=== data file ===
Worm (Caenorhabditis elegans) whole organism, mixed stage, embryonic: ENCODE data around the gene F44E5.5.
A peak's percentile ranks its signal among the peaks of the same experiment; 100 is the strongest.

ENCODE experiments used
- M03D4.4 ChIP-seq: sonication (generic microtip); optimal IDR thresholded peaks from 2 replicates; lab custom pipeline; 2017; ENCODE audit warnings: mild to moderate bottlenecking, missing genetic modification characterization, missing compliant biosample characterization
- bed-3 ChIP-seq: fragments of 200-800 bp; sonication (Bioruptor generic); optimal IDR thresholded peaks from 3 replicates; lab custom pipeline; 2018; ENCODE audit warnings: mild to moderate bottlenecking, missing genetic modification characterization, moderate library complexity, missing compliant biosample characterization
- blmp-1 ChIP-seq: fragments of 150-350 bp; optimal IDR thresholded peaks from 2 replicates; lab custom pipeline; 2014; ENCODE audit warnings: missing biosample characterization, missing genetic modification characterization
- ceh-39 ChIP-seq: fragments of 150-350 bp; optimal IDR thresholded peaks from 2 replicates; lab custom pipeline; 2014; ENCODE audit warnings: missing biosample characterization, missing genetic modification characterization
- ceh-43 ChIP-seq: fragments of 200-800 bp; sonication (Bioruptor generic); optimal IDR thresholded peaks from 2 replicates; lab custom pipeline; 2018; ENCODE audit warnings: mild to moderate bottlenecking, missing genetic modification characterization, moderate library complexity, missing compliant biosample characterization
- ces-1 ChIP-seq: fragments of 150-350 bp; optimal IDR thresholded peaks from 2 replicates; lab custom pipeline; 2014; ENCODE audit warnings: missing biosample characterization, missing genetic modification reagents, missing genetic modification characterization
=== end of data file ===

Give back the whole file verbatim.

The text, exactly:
Worm (Caenorhabditis elegans) whole organism, mixed stage, embryonic: ENCODE data around the gene F44E5.5.
A peak's percentile ranks its signal among the peaks of the same experiment; 100 is the strongest.

ENCODE experiments used
- M03D4.4 ChIP-seq: sonication (generic microtip); optimal IDR thresholded peaks from 2 replicates; lab custom pipeline; 2017; ENCODE audit warnings: mild to moderate bottlenecking, missing genetic modification characterization, missing compliant biosample characterization
- bed-3 ChIP-seq: fragments of 200-800 bp; sonication (Bioruptor generic); optimal IDR thresholded peaks from 3 replicates; lab custom pipeline; 2018; ENCODE audit warnings: mild to moderate bottlenecking, missing genetic modification characterization, moderate library complexity, missing compliant biosample characterization
- blmp-1 ChIP-seq: fragments of 150-350 bp; optimal IDR thresholded peaks from 2 replicates; lab custom pipeline; 2014; ENCODE audit warnings: missing biosample characterization, missing genetic modification characterization
- ceh-39 ChIP-seq: fragments of 150-350 bp; optimal IDR thresholded peaks from 2 replicates; lab custom pipeline; 2014; ENCODE audit warnings: missing biosample characterization, missing genetic modification characterization
- ceh-43 ChIP-seq: fragments of 200-800 bp; sonication (Bioruptor generic); optimal IDR thresholded peaks from 2 replicates; lab custom pipeline; 2018; ENCODE audit warnings: mild to moderate bottlenecking, missing genetic modification characterization, moderate library complexity, missing compliant biosample characterization
- ces-1 ChIP-seq: fragments of 150-350 bp; optimal IDR thresholded peaks from 2 replicates; lab custom pipeline; 2014; ENCODE audit warnings: missing biosample characterization, missing genetic modification reagents, missing genetic modification characterization